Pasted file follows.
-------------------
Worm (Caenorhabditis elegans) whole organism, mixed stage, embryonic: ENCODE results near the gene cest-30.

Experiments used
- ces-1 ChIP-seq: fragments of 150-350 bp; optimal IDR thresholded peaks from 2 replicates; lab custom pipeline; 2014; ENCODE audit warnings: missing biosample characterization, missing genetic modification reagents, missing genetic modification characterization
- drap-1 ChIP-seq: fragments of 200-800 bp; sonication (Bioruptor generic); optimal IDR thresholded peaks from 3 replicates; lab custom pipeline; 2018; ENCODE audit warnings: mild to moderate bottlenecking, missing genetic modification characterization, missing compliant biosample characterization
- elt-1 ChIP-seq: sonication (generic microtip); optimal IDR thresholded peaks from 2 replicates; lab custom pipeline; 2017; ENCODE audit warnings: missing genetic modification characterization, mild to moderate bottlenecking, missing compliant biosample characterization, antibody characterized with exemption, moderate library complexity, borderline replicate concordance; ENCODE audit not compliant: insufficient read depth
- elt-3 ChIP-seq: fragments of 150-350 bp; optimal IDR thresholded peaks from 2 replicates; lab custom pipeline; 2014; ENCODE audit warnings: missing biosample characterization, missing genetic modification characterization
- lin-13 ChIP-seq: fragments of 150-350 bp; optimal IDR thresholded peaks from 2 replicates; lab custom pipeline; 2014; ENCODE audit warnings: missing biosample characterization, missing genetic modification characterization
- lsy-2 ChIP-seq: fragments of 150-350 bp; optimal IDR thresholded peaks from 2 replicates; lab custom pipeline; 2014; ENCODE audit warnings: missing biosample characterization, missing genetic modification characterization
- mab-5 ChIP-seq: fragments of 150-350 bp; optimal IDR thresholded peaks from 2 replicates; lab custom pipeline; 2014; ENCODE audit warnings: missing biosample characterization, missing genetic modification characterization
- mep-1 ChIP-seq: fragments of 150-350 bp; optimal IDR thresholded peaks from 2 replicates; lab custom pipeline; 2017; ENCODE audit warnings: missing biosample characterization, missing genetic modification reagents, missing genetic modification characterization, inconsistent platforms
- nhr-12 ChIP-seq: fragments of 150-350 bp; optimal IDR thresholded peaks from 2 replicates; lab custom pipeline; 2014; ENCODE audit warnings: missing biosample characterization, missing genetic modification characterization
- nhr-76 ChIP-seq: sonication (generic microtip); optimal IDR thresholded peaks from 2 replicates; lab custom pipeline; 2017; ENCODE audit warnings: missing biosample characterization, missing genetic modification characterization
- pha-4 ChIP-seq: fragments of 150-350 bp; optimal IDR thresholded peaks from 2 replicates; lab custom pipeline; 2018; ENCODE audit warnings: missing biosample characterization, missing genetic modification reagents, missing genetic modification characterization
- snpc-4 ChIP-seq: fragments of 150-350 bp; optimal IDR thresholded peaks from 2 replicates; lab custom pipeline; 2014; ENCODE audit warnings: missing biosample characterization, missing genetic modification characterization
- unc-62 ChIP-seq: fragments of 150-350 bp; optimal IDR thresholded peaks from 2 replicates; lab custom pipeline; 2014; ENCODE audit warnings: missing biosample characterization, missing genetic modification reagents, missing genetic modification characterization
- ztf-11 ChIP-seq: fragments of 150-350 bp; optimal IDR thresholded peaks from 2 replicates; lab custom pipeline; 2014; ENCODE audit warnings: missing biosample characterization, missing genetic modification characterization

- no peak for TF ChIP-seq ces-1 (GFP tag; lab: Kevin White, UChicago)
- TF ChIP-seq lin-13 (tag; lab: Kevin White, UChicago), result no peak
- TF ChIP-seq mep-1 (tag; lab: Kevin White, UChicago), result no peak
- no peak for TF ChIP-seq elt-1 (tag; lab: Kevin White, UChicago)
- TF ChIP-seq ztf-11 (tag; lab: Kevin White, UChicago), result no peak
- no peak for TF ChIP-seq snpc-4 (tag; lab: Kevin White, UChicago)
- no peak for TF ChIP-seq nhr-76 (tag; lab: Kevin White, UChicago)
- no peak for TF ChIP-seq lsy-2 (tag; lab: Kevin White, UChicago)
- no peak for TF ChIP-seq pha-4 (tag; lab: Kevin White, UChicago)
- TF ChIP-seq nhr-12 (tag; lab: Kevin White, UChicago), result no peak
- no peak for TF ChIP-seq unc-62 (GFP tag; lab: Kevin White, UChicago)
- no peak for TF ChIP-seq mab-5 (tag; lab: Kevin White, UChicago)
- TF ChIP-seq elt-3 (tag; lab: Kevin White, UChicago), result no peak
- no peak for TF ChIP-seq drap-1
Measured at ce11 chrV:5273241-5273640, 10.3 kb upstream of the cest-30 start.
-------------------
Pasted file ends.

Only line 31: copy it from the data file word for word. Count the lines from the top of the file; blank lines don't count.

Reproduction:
Measured at ce11 chrV:5273241-5273640, 10.3 kb upstream of the cest-30 start.